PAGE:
Another Brexit vote is now the only way to move forward
Another day closer to Brexit, yet another rejection for the Prime Minister.
After Theresa May’s deal was again rejected in the Commons on Tuesday evening by 149 votes, Brexit must now be put back to the people, as well as the 700,000 British expats who were denied the vote back in 2016.
Yet again, politicians have failed to reach a consensus to deliver Brexit, with just 16 days remaining until the 29 March deadline.
As such, we desperately need to navigate a way out of this stalemate.
In order to do that, there are three steps that must be taken now to bring an end to the turmoil and progress forward.
First, a no deal Brexit must be taken out of the equation. Something that will likely happen tonight as MPs prepare to vote on whether to block the UK from leaving the EU without a deal on 29 March.
A chaotic, disorderly Brexit at the end of the month would signify complete political, diplomatic and economic abandon.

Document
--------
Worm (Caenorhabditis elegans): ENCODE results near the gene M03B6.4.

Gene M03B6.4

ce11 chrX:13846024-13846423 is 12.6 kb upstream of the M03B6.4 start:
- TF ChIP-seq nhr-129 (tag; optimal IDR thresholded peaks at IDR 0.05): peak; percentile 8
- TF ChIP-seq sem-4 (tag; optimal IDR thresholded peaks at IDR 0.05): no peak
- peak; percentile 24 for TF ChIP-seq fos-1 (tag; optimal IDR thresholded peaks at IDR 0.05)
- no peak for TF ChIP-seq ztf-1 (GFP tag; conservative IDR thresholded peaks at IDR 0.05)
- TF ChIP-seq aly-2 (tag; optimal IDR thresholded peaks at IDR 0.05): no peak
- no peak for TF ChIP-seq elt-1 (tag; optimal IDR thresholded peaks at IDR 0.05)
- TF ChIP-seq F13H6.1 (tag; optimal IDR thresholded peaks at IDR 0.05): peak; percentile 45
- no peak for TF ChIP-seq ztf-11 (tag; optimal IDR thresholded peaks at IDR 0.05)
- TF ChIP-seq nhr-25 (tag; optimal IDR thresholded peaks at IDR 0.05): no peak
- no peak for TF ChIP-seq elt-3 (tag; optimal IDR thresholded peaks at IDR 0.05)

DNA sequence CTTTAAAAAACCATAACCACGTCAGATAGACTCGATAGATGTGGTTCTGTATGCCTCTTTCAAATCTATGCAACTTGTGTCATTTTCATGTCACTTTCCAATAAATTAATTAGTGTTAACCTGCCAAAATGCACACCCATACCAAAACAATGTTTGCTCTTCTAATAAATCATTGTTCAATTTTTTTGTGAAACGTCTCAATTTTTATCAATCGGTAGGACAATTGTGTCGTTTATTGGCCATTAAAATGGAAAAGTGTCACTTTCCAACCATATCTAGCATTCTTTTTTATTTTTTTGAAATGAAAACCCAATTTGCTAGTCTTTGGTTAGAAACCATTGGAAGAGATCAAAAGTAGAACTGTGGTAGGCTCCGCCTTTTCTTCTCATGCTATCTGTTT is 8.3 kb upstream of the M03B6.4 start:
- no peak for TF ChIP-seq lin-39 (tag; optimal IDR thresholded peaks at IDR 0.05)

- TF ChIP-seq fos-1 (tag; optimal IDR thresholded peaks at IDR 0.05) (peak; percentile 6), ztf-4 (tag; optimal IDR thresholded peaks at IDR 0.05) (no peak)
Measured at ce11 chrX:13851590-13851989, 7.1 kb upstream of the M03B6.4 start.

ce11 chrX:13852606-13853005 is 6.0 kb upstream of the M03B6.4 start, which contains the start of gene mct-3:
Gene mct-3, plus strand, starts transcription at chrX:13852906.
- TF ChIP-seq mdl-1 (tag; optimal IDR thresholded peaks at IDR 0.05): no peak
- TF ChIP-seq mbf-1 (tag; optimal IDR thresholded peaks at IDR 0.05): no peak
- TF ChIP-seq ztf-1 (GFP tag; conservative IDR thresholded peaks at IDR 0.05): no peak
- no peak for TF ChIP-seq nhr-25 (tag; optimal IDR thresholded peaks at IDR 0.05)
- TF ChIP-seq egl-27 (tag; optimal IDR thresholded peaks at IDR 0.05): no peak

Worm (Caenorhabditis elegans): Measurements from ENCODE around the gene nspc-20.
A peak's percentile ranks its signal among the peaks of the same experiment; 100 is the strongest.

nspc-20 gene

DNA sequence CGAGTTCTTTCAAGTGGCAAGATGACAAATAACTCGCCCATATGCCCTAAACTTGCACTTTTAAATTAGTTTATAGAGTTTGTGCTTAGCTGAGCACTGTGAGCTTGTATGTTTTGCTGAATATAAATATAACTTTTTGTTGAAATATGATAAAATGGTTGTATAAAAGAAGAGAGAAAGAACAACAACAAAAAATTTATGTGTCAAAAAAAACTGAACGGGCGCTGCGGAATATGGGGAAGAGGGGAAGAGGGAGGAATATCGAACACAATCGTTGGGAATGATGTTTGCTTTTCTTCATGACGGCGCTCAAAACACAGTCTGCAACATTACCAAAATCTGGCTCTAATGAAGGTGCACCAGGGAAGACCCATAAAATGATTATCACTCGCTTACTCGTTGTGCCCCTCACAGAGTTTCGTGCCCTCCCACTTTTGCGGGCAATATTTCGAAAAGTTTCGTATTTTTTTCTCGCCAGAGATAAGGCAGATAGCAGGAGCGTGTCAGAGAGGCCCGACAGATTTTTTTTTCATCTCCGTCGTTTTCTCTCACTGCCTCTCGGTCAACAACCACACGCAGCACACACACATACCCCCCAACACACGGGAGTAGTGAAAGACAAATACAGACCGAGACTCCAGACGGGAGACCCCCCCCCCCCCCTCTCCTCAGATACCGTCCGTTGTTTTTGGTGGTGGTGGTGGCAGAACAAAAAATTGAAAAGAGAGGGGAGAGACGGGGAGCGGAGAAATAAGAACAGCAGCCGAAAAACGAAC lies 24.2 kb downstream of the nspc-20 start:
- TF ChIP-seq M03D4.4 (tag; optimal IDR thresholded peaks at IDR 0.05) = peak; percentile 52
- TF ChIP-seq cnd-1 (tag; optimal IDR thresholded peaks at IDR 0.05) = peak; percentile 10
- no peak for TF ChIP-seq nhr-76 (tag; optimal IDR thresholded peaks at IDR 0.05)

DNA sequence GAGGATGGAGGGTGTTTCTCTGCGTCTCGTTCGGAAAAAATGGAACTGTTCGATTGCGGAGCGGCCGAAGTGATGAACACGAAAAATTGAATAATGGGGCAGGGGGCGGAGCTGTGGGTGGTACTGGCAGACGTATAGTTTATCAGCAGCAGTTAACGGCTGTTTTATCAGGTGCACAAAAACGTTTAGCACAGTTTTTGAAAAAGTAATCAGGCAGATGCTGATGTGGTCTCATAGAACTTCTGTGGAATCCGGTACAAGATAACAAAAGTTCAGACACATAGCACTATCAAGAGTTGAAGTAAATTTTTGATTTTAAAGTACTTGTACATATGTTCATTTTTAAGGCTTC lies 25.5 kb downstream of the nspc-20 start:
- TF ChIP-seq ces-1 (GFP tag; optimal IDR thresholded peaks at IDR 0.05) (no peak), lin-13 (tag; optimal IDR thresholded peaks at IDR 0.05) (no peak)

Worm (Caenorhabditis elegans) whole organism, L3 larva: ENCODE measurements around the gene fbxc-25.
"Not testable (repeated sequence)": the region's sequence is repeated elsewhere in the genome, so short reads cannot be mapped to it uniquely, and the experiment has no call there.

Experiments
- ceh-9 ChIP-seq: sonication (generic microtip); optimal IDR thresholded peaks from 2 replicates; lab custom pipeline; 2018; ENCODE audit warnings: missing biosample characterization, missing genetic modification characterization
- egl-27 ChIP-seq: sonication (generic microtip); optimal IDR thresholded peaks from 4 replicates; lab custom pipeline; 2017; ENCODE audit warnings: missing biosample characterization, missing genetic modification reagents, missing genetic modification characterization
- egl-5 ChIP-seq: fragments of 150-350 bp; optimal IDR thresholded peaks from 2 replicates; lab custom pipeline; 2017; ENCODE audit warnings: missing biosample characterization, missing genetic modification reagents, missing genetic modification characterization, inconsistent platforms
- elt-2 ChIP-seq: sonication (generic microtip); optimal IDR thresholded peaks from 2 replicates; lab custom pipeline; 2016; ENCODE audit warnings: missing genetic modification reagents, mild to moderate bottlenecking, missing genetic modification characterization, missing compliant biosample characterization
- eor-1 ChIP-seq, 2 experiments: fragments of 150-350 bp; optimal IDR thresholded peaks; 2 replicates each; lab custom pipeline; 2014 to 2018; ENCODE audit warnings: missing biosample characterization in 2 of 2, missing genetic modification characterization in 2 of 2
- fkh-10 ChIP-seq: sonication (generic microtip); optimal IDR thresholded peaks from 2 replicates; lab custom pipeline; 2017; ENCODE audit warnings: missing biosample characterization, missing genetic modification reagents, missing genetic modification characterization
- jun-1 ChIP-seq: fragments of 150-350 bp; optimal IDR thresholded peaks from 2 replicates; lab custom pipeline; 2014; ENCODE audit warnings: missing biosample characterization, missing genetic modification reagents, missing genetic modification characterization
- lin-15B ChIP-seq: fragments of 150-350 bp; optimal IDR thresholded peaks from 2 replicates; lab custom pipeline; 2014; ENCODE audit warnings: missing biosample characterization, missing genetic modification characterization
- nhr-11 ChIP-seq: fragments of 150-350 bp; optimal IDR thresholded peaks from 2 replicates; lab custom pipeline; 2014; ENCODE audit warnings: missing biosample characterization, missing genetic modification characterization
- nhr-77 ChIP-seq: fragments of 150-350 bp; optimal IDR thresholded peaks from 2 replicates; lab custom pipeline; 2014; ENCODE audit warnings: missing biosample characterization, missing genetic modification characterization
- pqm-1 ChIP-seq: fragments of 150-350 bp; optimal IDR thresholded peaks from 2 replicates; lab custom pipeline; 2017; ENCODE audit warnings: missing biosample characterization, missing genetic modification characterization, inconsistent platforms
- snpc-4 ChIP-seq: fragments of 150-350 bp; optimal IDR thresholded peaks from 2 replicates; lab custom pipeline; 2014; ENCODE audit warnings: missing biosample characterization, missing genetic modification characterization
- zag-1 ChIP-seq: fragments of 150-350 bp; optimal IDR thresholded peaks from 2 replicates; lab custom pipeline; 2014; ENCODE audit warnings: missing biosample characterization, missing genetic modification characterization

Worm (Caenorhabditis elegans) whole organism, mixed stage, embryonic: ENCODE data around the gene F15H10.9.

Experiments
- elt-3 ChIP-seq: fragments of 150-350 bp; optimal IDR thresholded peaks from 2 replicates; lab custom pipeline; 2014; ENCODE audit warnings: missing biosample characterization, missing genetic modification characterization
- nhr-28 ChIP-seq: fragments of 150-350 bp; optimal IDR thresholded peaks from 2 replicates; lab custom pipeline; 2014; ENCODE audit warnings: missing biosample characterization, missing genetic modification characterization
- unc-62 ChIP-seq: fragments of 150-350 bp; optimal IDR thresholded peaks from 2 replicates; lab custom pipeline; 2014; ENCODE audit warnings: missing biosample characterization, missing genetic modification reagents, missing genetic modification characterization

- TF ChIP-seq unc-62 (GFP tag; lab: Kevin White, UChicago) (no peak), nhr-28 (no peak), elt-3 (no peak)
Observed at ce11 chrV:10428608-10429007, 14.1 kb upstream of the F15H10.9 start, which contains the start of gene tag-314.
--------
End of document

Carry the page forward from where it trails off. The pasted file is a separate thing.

Second, Britain must subsequently seek to extend Article 50. However, this is something that cannot be done alone, there must be unanimous agreement from all 27 other EU countries.
That said, the European Union may only agree to an extension to Article 50 if political circumstances change. It is almost certain they will not cede extra time to renegotiate the existing unsuccessful deal.
Third, a second Brexit referendum. As well as convincing the EU to grant an extension, putting the vote back to the people now looks to be the only rational way forward as there is no parliamentary majority in the UK for any one option.
However, the 700,000 British expats who were shamefully denied the right to vote on such an important issue that directly impacts them, should also be permitted to exercise their democratic right.
In contrast to the majority of other democracies, British citizens who opt to live, work or retire overseas for over 15 years lose their UK voting rights. This is in spite of them being liable for UK inheritance tax.
This Brexit omnishambles has gone on for far too long. With Brexit set to affect economic, security, diplomatic and foreign policy decisions for Britain for several decades to come, the issue is much too important to not put the vote back to the people.